This ideal filled my brain when hearing a presentation from Tom Shadyac, who made millions writing and directing comedies such as Ace Ventura, The Nutty Professor, Bruce Almighty and Patch Adams.
He had it all, and then gave it away to achieve a higher level of being happy and content, with new ideas to create a better world for all.
This passion for positive change was reinforced when I saw a video of a man from India who left his job so he could feed and help the poor. This man asked himself, as Shadyac did, what is the purpose of life when millions suffer pain and starvation?
As the rich get richer and the poor get poorer, when we live in a world wracked by war and mental illness, when mass shootings become accepted as a routine part of society, something is wrong and needs fixing.
As I heard Shadyac speak here in Los Angeles and later watched the man from India video, it reinforced my belief that a global consciousness is emerging that seeks a better world. I think we are entering a new age of being, where love, compassion and giving replace fear, hate and destruction.
It’s happening on many levels. As a technology journalist I’ve seen a trend where entrepreneurs create things and give it away for others to improve on. Goods are offered for free, asking only for a donation. There’s a rise of what’s called the wisdom of crowds. Funding programs have emerged where people put their idea into the market and a crowd of enthusiasts then provide the money to achieve that dream, no strings attached. In my conversations with friends I ask about all of this and they agree. We are seeing a positive change in people’s attitude.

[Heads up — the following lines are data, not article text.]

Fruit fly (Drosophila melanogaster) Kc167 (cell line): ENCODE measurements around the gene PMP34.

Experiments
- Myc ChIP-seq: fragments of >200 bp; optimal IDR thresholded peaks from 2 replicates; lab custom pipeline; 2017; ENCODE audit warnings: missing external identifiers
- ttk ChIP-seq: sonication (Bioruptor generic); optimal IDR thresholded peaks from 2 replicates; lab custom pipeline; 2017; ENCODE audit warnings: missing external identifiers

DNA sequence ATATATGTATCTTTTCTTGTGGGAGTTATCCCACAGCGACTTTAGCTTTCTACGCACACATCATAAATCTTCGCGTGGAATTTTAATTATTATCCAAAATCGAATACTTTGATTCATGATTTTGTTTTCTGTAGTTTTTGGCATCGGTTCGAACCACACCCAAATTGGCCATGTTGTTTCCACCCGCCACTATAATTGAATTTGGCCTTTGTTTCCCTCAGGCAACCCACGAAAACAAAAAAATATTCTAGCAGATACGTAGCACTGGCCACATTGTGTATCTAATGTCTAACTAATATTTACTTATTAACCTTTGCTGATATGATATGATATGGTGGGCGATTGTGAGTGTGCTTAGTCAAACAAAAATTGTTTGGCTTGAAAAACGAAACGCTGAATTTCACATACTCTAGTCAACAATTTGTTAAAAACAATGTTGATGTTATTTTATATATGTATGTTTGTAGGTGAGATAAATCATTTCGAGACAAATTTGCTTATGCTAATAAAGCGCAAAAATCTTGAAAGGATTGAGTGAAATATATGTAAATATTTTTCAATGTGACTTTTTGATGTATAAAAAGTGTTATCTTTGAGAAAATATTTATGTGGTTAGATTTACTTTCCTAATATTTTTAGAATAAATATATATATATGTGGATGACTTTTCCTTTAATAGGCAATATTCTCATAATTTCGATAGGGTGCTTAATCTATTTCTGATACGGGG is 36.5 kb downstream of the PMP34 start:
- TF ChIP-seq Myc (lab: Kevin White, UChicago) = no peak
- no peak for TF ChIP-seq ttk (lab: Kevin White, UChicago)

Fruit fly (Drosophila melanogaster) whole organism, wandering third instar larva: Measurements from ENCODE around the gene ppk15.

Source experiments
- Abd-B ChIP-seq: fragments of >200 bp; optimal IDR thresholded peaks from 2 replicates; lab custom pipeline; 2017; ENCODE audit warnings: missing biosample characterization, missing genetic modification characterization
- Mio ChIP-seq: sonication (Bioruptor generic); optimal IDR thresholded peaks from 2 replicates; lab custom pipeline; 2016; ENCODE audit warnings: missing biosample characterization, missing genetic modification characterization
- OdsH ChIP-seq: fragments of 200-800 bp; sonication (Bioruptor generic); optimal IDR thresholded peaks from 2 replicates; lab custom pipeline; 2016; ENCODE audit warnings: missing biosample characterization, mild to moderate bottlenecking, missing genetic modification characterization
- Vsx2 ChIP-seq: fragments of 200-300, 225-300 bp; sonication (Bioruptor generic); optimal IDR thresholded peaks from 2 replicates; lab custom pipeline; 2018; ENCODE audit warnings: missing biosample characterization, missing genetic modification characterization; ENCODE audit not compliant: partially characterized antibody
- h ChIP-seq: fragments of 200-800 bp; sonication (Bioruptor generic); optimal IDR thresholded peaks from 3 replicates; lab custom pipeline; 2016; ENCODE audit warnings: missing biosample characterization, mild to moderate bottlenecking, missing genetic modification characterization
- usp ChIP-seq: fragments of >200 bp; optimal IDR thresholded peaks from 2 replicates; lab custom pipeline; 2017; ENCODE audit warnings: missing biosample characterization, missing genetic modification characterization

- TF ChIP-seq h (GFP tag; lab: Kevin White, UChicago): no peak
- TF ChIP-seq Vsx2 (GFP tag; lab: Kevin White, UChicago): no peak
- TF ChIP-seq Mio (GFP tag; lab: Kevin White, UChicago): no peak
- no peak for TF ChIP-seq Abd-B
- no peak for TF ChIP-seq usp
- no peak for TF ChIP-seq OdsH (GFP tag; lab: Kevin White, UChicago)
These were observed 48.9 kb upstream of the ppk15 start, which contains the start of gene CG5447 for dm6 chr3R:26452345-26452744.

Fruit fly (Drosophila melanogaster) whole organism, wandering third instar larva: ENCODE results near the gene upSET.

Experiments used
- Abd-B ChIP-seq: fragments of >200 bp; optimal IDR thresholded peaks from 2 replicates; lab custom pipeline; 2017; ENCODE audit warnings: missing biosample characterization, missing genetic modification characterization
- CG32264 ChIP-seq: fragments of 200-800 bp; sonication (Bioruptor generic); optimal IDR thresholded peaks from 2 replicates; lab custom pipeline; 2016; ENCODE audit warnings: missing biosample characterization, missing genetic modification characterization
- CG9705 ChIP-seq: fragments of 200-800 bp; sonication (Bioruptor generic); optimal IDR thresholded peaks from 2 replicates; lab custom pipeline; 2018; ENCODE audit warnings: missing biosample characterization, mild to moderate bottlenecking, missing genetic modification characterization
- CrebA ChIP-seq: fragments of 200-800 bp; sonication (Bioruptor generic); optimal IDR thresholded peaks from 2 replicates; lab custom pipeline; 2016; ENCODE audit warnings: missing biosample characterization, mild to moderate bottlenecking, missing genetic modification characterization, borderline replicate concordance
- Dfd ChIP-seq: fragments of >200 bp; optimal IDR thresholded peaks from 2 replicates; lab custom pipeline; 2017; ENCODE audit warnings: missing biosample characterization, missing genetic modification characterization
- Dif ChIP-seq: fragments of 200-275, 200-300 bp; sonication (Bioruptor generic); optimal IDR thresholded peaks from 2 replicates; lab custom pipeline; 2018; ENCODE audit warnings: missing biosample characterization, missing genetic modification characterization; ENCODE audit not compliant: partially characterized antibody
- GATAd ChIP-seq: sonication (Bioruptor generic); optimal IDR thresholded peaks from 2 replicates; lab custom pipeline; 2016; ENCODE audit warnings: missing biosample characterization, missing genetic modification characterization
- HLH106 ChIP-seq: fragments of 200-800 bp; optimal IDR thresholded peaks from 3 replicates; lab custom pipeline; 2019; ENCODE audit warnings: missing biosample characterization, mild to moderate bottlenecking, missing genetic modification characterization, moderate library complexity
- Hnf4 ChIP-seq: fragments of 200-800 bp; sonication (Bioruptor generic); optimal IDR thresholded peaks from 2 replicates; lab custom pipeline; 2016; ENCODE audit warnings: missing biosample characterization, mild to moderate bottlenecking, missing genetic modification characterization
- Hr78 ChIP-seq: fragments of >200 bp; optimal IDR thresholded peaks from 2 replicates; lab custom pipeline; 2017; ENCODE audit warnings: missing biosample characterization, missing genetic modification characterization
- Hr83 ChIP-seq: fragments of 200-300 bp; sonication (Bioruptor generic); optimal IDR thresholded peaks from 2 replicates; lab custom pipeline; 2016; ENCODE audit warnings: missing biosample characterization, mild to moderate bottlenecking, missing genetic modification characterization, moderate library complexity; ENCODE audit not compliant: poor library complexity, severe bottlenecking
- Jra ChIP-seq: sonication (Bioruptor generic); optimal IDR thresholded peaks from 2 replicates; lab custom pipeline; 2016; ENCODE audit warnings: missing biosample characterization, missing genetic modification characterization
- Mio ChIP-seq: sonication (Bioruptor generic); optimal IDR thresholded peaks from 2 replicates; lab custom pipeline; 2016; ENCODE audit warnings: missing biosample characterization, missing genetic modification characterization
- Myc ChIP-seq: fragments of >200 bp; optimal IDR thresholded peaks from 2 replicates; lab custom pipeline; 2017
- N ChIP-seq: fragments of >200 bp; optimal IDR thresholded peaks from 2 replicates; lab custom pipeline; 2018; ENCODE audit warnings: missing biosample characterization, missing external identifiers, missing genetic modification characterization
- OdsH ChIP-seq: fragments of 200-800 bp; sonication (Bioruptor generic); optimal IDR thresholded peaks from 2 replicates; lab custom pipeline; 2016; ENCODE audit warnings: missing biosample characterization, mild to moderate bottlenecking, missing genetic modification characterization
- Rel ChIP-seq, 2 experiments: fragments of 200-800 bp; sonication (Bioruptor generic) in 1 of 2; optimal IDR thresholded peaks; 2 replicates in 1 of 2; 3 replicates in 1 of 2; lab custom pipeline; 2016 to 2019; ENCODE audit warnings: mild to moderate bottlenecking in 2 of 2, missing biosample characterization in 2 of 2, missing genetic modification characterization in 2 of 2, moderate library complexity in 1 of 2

In thinking of this I am reminded of the Christmas truce during World War 1, when a series of widespread ceasefires took place along the Western Front in 1914. German and British soldiers put down their weapons and met, exchanged greetings and sang. Outraged troop commanders put a stop to it by increasing the brutality of that war. But imagine if the soldiers ignored the orders and quit fighting.
Like John Lennon sang, Imagine, and Give Peace a Chance.
Do you ever imagine that we’re just pawns, trained to be consumers and believe the only way to accept we are successful and happy is by accumulating more stuff? When depression is cured by shopping, albeit briefly, something is wrong.
Tom Shadyac was once in the 1%. He owned a sprawling mansion in Pasadena, flew on private jets and received the red carpet treatment. It was, he said, today’s definition of cool.
One day Shadyac had a serious bike accident that resulted in a condition known as Post-Concussion Syndrome. It kept him in constant pain to the point that he felt death would be his only relief.
“I was raised in this culture of excess, seduced by its empty charms, and deluded into unconscious behaviors that I am now, hopefully, prayerfully, imperfectly undoing in an attempt to leave consumerism for compassion, and move from material wealth to true wealth,” he wrote in the book.
And consider this, he wrote. War, poverty, genocide and the environmental crises are not really the problem at all but symptoms of a deeper endemic problem. With the left hand we are trying to fix the problems we are creating with the right hand. We need to change.
It’s right about here that capitalist eyes are rolling as they mentally attack everything I’ve said. Capitalism has improved the quality of life for many. What is seen as poor today is nowhere near as bad as it was a century ago. That’s true. But when the vast majority of wealth is hoarded by the few, when the middle class is steadily shrinking as millions worldwide live difficult lives, when the world has been in stages of war far longer than in global peace, good is not good enough. We can do better.
“Capitalism is not bad,” said Shadyac.” I’m not saying let’s have a new system. I’m saying let’s reevaluate our values and widen our circle of compassion.” For Shadyac, less is really more.